Anyone who deals more intensively with alternatives to Einstein's theory and its dark matter is invited to conferences less often and is sometimes considered a "weirdo". So far, only one researcher with MOND experience has received a professorship. Usually, Stacy McGaugh complains, younger colleagues are advised not to take this idea too seriously if they do not want to jeopardize their careers.

"Unfortunately, the dispute already has a religious connotation, almost like it once did in the fight for the geocentric or heliocentric universe. They were completely different approaches. A lot of observational data matched both of them. But they were fundamentally in contradiction - and the followers fought each other Deviants even burned. "

Stacy McGaugh and colleagues rightly point out the weaknesses in the Standard Model. But it is by no means certain that their new theory is more than messing around. In any case, the MOON approach crashes through many tests, explains Michael Kramer from the Max Planck Institute for Radio Astronomy in Bonn. He tests Einstein's theory and its competitors with pulsars, compact star corpses:

The universe is diverging faster and faster

"It is very important to check other theories as well. ... Often these alternative theories are set up for very special purposes, for example to explain dark matter and dark energy and very often people do not think of other areas where the theory Of course, it also has to apply. If the theory explains dark matter, for example by changing the law of gravity, does this theory then also correctly describe the motion of pulsars? "

As if the mystery of dark matter wasn't big enough, there is pressure from another side. In the 1990s, astronomers wanted to measure how the mutual attraction of matter in space slowly slows down the expansion of the cosmos, just as a stone thrown upwards is slowed down by gravity until it falls back again. Once again, the experts were completely surprised: there was no question of a slowdown.

"In the last few years there have been a number of discoveries that indicate that the expansion is not only not slowing down, but is even accelerating, that all matter in space is repelled from one another by a kind of negative pressure. This will be done summarized under the term dark energy. That may not be physically correct, but it is a catchy name, and the astronomical community immediately adopted it. "

The universe is diverging faster and faster, driven by an ominous dark energy. Your nature: unknown. Then there is the dark matter, which, despite an intensive search, has still not gone online. A catastrophic result: 95 percent of the content of the universe is misunderstood.

"These are the two outstanding puzzles in cosmology or in general in physics: If dark matter really exists, what particles does it consist of? And which processes are responsible for dark energy?"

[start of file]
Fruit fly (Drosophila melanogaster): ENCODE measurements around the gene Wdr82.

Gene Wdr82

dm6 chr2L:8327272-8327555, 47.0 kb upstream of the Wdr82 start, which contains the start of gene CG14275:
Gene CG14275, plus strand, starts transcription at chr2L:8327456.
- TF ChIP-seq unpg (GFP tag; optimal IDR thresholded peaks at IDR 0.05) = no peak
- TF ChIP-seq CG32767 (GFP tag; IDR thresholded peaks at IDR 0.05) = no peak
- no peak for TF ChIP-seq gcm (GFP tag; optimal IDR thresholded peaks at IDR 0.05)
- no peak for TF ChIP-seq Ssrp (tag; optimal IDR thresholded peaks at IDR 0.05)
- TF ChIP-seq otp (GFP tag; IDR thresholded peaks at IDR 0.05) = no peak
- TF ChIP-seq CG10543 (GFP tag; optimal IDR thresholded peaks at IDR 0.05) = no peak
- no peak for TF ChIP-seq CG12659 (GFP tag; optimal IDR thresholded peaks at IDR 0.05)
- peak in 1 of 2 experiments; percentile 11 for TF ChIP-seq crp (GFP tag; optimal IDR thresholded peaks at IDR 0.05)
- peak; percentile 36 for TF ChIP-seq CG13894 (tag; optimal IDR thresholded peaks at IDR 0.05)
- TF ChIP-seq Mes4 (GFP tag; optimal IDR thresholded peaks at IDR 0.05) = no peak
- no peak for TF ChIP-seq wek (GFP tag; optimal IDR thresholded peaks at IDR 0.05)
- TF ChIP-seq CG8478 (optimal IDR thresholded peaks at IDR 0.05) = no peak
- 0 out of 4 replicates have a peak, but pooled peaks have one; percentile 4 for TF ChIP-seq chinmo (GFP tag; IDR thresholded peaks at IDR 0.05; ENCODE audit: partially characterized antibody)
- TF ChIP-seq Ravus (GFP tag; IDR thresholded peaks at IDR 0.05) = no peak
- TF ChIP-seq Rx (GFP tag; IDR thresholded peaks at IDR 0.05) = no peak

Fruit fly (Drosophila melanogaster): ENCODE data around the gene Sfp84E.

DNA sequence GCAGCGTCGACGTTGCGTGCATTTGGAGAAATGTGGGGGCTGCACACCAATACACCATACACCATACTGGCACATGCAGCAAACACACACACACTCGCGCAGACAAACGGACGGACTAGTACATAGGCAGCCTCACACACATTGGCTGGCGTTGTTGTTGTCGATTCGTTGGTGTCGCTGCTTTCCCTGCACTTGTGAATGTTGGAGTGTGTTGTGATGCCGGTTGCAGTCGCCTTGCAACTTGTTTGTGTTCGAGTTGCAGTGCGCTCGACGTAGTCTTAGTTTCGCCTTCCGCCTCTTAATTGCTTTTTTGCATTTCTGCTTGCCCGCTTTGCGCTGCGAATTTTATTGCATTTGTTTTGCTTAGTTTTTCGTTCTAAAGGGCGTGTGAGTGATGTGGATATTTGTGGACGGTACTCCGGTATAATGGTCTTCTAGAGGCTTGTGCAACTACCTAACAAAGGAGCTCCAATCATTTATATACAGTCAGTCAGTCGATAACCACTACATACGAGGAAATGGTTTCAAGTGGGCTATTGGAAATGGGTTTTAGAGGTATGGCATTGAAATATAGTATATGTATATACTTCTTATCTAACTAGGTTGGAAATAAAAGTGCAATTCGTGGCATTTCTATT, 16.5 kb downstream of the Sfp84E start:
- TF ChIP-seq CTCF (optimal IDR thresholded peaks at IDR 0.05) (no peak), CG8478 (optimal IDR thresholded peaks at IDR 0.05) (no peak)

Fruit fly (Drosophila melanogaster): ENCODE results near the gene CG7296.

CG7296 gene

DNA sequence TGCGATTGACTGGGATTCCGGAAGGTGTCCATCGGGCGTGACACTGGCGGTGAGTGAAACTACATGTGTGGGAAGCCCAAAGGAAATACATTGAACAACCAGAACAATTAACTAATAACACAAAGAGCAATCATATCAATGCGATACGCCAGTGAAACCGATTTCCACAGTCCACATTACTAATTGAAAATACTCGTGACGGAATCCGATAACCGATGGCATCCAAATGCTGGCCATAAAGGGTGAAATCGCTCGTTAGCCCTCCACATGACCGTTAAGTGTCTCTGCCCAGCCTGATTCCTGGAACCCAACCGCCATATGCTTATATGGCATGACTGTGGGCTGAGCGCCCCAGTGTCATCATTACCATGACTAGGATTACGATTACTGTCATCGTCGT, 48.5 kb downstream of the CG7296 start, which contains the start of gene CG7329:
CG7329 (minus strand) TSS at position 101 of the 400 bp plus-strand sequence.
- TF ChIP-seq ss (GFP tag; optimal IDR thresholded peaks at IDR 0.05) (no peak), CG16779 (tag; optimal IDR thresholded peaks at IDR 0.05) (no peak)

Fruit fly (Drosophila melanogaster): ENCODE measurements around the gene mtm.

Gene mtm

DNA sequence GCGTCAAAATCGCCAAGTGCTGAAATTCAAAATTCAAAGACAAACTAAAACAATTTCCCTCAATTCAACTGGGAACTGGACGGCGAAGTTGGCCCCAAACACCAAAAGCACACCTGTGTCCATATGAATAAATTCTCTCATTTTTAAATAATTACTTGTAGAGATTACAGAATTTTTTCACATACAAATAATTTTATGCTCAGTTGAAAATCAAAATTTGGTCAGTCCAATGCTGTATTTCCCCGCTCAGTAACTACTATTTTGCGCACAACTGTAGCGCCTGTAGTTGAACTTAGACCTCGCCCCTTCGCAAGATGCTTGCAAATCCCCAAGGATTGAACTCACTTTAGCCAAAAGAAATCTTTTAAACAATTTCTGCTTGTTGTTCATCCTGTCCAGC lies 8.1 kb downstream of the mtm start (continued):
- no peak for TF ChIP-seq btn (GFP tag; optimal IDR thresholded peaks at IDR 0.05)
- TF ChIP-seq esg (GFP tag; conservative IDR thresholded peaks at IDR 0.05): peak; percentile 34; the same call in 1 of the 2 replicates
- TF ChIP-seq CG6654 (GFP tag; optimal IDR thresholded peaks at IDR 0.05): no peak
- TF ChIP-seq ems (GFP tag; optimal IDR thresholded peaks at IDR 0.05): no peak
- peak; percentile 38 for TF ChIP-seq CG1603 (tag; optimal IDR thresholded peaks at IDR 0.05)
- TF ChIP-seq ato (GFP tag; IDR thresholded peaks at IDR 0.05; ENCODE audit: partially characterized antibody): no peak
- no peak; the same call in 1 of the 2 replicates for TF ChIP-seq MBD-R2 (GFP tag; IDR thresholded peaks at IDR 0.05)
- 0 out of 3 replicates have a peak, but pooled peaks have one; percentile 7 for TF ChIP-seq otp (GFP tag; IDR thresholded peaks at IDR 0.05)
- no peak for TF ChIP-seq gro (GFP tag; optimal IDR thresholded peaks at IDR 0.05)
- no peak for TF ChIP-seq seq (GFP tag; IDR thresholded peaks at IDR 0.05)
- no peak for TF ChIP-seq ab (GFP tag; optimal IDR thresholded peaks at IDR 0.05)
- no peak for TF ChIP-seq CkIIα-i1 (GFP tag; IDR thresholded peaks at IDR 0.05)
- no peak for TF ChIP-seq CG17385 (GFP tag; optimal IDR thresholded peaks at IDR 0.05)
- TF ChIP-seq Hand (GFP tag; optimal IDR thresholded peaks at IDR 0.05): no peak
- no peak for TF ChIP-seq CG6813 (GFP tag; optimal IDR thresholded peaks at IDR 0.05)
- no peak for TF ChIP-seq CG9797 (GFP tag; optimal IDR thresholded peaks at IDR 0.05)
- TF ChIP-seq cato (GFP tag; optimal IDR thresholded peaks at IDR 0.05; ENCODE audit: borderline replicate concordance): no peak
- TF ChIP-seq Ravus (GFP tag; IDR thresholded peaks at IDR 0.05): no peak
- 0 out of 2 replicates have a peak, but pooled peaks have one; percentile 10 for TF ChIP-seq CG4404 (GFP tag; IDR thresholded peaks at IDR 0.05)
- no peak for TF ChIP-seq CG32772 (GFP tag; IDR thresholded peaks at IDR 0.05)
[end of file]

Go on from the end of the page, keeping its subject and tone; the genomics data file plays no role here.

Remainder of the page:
Dragan Huterer comes from Sarajevo, studied with Michael Turner in Chicago and is now researching the nature of dark energy at the University of Michigan. The theorists cheered at first that the universe should expand at an accelerated rate - because the "cosmological constant" is experiencing a grandiose comeback due to the dark energy. The size with which Albert Einstein once trimmed his general theory of relativity to a universe at rest and which he had considered to be the biggest mistake of his life.

"At the moment, the dark energy looks like a cosmological constant. This Einsteinian addition now ensures the ever faster expansion that we observe in space. The cosmological constant corresponds to the vacuum energy in the universe."

This also brings quantum mechanics back into play. Quantum theorists have long known that the vacuum, literally nothing, has an energy. Now the traditional antagonist of relativity is giving cosmologists a crushing defeat. Dragan Huterer:

"We can calculate the vacuum energy with the help of quantum mechanics. This is the most successful theory of our day. It provides a value for this dark energy in the cosmos that is over 100 orders of magnitude higher than the value observed in space. That is an insanely large number: a one." with 100 zeros. "

The worst prediction in all of physics

Theory surpasses reality by this unimaginably large factor: It is the worst prediction in all of physics. Now the researchers are feverishly looking for a way out of the confused situation.

"One of our goals is to find any deviations from the scenario of cosmological constants. We measure how quickly galaxies are formed, what large-scale structures they form, how rapidly the cosmos is expanding, whether it slowed down in the past and then accelerated again, and so on . By comparing as many different observations as possible, something can be said about dark energy and dark matter. Of course we don't know what nature will bring us. "

The young cosmologist wants to provide facts that will finally cause major cracks in Einstein's ideas. He considers the fact that it cannot explain 95 percent of the cosmos to be completely unacceptable.